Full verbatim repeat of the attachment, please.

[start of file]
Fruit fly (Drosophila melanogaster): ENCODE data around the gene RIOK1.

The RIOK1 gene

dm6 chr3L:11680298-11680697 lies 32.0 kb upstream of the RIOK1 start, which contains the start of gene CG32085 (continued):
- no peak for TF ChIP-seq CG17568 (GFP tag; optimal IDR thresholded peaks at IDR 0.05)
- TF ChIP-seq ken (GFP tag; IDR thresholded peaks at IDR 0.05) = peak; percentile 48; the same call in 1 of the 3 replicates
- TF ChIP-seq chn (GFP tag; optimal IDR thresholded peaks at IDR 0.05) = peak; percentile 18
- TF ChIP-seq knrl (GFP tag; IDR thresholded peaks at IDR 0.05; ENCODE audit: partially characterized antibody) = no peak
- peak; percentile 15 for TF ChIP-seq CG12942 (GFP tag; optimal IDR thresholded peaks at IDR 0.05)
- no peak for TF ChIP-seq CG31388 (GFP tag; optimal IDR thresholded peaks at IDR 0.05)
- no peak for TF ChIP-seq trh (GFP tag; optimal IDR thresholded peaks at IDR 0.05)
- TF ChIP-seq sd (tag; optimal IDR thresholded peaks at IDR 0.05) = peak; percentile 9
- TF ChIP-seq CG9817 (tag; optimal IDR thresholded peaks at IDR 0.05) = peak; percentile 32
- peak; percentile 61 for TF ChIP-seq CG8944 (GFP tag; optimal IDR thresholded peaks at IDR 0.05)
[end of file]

Fruit fly (Drosophila melanogaster): ENCODE data around the gene RIOK1.

The RIOK1 gene

dm6 chr3L:11680298-11680697 lies 32.0 kb upstream of the RIOK1 start, which contains the start of gene CG32085 (continued):
- no peak for TF ChIP-seq CG17568 (GFP tag; optimal IDR thresholded peaks at IDR 0.05)
- TF ChIP-seq ken (GFP tag; IDR thresholded peaks at IDR 0.05) = peak; percentile 48; the same call in 1 of the 3 replicates
- TF ChIP-seq chn (GFP tag; optimal IDR thresholded peaks at IDR 0.05) = peak; percentile 18
- TF ChIP-seq knrl (GFP tag; IDR thresholded peaks at IDR 0.05; ENCODE audit: partially characterized antibody) = no peak
- peak; percentile 15 for TF ChIP-seq CG12942 (GFP tag; optimal IDR thresholded peaks at IDR 0.05)
- no peak for TF ChIP-seq CG31388 (GFP tag; optimal IDR thresholded peaks at IDR 0.05)
- no peak for TF ChIP-seq trh (GFP tag; optimal IDR thresholded peaks at IDR 0.05)
- TF ChIP-seq sd (tag; optimal IDR thresholded peaks at IDR 0.05) = peak; percentile 9
- TF ChIP-seq CG9817 (tag; optimal IDR thresholded peaks at IDR 0.05) = peak; percentile 32
- peak; percentile 61 for TF ChIP-seq CG8944 (GFP tag; optimal IDR thresholded peaks at IDR 0.05)